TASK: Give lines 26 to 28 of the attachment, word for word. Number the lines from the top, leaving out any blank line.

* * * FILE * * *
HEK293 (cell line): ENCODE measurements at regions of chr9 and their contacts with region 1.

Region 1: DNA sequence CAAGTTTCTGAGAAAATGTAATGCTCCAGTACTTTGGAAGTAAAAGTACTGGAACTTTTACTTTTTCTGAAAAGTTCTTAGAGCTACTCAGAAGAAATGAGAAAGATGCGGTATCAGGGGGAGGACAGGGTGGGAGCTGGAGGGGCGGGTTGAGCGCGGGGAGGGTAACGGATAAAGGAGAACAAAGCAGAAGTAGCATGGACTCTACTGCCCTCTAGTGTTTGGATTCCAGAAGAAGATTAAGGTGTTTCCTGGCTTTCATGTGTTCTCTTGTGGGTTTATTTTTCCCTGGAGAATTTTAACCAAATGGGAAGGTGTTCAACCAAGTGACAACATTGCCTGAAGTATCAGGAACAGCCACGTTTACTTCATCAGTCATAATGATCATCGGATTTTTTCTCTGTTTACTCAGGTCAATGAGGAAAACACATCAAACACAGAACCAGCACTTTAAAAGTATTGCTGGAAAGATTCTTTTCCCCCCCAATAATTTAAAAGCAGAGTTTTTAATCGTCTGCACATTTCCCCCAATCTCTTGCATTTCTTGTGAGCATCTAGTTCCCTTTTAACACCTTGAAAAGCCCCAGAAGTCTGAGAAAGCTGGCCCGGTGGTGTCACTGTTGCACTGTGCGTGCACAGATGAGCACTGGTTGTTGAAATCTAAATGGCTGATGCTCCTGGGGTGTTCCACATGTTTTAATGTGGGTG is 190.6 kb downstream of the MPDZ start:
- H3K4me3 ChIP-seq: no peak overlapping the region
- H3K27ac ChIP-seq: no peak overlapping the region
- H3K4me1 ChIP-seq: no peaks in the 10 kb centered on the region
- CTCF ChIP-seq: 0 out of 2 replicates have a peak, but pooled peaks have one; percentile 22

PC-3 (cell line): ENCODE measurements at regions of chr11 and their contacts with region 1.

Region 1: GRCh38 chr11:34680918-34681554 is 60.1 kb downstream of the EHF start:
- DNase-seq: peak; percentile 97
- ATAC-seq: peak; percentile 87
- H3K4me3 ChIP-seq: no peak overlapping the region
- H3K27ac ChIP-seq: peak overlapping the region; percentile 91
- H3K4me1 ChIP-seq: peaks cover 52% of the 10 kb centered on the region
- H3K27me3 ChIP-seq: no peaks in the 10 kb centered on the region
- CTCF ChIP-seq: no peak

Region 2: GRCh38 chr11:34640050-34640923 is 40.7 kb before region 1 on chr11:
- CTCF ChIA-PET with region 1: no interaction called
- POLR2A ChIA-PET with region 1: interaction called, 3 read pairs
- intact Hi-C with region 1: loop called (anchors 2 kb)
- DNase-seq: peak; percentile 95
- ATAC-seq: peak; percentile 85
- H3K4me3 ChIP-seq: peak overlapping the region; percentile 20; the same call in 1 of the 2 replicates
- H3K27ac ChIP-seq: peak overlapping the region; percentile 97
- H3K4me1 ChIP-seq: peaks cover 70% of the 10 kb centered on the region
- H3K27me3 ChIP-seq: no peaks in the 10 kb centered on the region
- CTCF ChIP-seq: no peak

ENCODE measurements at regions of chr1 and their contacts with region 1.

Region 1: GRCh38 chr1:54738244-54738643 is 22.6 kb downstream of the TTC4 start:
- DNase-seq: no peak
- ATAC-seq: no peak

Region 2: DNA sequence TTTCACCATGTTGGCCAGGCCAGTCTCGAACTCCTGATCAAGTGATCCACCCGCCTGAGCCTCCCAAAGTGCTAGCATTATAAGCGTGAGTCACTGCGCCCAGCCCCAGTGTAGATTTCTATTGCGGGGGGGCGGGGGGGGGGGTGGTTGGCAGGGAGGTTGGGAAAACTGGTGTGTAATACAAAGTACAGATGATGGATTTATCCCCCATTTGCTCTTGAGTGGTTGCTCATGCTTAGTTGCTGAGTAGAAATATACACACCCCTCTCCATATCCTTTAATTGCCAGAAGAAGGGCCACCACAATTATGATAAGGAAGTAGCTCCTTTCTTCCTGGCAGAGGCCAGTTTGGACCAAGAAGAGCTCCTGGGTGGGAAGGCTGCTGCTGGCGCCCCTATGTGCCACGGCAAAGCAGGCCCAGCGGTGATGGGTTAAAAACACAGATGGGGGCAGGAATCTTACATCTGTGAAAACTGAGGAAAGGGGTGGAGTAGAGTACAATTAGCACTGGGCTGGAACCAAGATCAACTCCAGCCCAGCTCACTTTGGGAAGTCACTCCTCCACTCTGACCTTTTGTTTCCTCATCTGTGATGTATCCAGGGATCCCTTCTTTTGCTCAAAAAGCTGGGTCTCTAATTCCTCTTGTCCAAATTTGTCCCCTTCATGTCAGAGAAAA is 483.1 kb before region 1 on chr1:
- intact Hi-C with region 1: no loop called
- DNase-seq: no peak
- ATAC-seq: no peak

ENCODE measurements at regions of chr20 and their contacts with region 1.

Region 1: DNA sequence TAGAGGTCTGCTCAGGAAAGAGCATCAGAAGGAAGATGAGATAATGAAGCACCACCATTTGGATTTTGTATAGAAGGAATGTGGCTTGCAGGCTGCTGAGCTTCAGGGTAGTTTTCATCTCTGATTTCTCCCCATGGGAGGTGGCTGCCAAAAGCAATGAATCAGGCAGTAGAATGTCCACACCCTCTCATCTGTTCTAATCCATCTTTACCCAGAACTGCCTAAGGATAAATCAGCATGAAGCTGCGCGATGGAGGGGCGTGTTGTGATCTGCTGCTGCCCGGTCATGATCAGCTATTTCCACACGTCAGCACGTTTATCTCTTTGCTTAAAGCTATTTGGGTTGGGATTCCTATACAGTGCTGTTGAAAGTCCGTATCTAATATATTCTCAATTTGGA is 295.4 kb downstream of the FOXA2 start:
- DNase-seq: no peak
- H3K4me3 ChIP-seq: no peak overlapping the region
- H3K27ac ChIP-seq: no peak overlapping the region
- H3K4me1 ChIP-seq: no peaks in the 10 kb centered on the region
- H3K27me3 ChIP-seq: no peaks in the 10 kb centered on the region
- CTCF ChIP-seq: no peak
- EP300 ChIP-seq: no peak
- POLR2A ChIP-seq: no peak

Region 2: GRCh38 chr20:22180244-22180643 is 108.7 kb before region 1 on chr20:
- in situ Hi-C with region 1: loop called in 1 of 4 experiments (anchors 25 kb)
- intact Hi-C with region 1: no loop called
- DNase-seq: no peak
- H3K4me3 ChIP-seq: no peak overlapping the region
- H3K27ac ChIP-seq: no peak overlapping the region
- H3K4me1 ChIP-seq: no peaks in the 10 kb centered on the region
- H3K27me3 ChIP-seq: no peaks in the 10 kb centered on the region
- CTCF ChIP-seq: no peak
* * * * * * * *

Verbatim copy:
- CTCF ChIP-seq: no peak

ENCODE measurements at regions of chr1 and their contacts with region 1.

Region 1: GRCh38 chr1:54738244-54738643 is 22.6 kb downstream of the TTC4 start: